He hired me to fix his ceiling under one of his bathrooms last month. It had fallen down from all the leaking of his upstairs shower he and his brother put in.

He was pretty sure that he had gotten the leak taken care of this time. (4 times was the charm it seems) But just in case, he had me put in an access panel in the ceiling directly below the shower drain. LOL! Looks like a nice attic access panel about 2'x3'.

This is the mentality of the guy, he just cracks me up. He jacks around with his house all the time, so instead of getting the drain fixed once and for all and being done with it, just have Mike fix the ceiling and put in an access panel in the middle of the living room! :cheesygri :cheesygri :cheesygri
 

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...jammin
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Mike Finley said:
In the end all I can do is show him what it will cost to do it legally and correctly.
Yup
I've had to do this with good regular customers
All you can do is shake their hand, thank them for the opportunity, and tell them to please call you if there is anything else you can do for them, as you really do enjoy working for them
They'll either see the light, or have the other guy do it

It's just real frustrating when you have a good relationship with a customer and they get stuck on something like this

I've been suprised when I've said this to a customer and then later they do call me back for a different job
(Sometimes I think it is to show off the job I said no to and say "See, it Can be done" Heh heh)
But it doesn't always mean the end of the business relationship
 

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...jammin
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Mike Finley said:
This is the mentality of the guy, he just cracks me up. He jacks around with his house all the time, so instead of getting the drain fixed once and for all and being done with it, just have Mike fix the ceiling and put in an access panel in the middle of the living room! :cheesygri :cheesygri :cheesygri
....lol...
Yeah, I know this guy
I have a couple of regulars like this
I have had to tell them thank you but no on a few of their projects they want me to do, like I mentioned above
Sometime you just gotta laugh
...well after you pull out of the driveway ;)
 

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mdshunk said:
Mike, a question related to your predicament.... is it possible to do a low pitch rubber roof for rain tightness, and then affix shingles to the rubber in some manner just for effect? I know that's not what you intend to do, but I always wondered if that was technically possible.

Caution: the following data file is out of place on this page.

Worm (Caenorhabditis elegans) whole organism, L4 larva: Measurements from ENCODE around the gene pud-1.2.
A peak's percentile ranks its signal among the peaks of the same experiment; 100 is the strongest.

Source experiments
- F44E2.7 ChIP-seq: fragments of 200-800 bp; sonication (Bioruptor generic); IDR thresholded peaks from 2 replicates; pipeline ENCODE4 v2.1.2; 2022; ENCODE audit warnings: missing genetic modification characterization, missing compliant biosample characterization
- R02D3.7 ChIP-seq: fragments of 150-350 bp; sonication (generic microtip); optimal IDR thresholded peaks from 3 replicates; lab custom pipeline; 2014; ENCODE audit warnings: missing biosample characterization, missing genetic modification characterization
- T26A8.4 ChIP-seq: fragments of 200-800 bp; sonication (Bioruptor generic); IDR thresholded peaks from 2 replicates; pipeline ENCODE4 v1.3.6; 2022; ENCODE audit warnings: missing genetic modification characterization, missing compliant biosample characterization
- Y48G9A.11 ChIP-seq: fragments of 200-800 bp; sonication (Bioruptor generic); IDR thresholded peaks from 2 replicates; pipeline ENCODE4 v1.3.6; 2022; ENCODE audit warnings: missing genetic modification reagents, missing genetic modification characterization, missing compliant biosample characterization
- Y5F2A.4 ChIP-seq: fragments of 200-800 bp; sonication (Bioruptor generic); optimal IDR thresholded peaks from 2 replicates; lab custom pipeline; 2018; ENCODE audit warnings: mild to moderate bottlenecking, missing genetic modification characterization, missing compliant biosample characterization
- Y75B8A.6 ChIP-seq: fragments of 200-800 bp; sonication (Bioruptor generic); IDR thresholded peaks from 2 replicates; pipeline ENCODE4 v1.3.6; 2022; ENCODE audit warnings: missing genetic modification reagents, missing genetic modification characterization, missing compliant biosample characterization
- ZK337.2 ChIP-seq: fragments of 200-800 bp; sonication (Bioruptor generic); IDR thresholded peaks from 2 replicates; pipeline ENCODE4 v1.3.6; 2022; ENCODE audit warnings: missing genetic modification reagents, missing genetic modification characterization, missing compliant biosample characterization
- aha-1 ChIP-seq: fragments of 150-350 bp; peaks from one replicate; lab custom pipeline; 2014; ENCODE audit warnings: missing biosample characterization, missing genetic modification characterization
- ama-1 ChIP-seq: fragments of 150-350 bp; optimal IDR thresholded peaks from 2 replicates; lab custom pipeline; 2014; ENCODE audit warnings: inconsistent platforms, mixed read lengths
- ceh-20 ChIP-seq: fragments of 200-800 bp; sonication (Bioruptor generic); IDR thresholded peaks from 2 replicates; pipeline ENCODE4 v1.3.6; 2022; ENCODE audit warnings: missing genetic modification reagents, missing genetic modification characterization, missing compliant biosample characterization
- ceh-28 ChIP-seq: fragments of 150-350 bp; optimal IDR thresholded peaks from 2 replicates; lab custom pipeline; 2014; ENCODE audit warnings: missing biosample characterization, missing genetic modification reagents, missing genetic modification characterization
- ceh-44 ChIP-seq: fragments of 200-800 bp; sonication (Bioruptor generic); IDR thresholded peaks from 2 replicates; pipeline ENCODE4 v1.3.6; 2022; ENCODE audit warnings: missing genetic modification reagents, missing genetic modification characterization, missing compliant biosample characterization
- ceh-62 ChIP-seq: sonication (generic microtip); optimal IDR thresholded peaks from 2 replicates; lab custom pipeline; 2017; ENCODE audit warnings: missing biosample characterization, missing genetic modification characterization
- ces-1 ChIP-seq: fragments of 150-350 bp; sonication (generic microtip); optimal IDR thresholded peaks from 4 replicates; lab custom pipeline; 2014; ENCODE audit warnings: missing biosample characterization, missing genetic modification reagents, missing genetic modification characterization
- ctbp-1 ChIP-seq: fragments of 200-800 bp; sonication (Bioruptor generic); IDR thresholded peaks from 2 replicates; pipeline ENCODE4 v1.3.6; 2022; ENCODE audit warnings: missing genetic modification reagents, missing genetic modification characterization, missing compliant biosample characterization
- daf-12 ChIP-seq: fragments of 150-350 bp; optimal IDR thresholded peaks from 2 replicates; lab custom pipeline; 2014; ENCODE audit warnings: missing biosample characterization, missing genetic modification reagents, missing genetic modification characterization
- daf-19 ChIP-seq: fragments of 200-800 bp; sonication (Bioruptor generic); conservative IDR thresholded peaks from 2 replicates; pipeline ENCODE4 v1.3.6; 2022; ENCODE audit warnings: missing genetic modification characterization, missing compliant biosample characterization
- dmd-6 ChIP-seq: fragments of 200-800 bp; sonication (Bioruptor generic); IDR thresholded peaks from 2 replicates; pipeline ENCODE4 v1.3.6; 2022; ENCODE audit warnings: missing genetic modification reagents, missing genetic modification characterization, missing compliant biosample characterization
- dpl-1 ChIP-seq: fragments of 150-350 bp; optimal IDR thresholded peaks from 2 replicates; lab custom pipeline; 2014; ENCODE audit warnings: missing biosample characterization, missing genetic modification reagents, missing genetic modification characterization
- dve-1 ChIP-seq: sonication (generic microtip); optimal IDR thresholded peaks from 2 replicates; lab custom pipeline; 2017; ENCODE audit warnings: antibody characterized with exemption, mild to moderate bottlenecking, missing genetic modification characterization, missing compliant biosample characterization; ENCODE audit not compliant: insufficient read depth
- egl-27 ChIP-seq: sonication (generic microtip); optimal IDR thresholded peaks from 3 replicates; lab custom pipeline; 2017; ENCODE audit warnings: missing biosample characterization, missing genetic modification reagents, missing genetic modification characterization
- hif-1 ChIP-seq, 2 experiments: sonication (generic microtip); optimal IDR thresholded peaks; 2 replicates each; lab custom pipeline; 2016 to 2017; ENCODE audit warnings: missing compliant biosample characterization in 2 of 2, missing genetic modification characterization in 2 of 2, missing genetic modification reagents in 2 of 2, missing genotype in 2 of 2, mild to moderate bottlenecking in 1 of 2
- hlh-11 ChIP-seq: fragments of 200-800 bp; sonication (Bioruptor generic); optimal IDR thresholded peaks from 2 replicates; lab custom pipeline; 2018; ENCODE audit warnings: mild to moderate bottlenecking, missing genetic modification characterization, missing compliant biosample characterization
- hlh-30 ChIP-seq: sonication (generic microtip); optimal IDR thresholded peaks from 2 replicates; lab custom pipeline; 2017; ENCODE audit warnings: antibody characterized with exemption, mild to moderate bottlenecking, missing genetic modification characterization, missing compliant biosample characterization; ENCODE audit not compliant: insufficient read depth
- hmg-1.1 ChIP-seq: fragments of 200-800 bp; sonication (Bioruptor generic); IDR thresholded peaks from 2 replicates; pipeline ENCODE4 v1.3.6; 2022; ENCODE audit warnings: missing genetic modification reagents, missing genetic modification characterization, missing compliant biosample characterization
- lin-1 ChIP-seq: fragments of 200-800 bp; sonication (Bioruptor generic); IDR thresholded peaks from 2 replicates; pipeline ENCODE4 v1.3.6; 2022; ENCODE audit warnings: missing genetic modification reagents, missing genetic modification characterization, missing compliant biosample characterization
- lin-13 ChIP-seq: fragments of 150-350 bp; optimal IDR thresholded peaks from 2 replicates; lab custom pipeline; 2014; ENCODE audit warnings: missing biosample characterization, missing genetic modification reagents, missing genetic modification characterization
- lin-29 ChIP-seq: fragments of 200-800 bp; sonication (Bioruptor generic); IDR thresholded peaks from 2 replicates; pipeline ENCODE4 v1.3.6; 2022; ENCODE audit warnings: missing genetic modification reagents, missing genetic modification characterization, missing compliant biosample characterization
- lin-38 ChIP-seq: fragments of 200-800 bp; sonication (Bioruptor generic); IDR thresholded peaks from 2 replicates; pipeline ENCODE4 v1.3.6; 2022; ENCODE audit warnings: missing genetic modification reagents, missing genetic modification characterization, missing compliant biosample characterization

Better to use Ice shield the whole roof instead of rubber because if you puncture the rubber (EPDM or ModBit) it will leak. It is not engineered like Ice shield to tighten around the nails.

The other option is to use a granulated modified bitumen which has the same color as shingles... and a third yet option to use cooley illusions which are a PVC membrane (I think) with shingle shapes painted on.

Is it technically possible to somehow fasten shingles to rubber? Maybe, but if it is true rubber (EPDM), asphalt and the rubber have a bad chemical reaction. I once had to use roof cement to glue shingles ontop of a black modified bitumen roof because the owner didn't like the look of the modified bitumen. It was only a small area, less than a bundle of shingles, so I did it but told them there was no warranty it would stay put.
 

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Discussion Starter · #15 ·
slickshift said:
It's just real frustrating when you have a good relationship with a customer and they get stuck on something like this

Yep, that's exactly the feeling I have.
 

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As a consumer, I feel comfortable that I can tell the difference between safe and unsafe. But, in the event that I ask a professional (thats YOU guys) to do something that I think is safe, I would be so fortunate to find a pro that will say what you guys are saying. There are a lot of folks that would do it just to make a buck.

Print this thread out and give it to the guy, along with a proposal to do it RIGHT and SAFE. If he wants you bad enough, he'll do it. He'll also know that his covered deck is the safest place in his house.
 

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I don't mind a little bootlegging if the homeowner is involved hands on , ( banginig nails, pulling wire, etc), and supplies the material. My one experience with liability, it was decided that the liability went with the person who bought the materials. Sounds like this project is a pretty big bootleg. I believe I'd pass. RT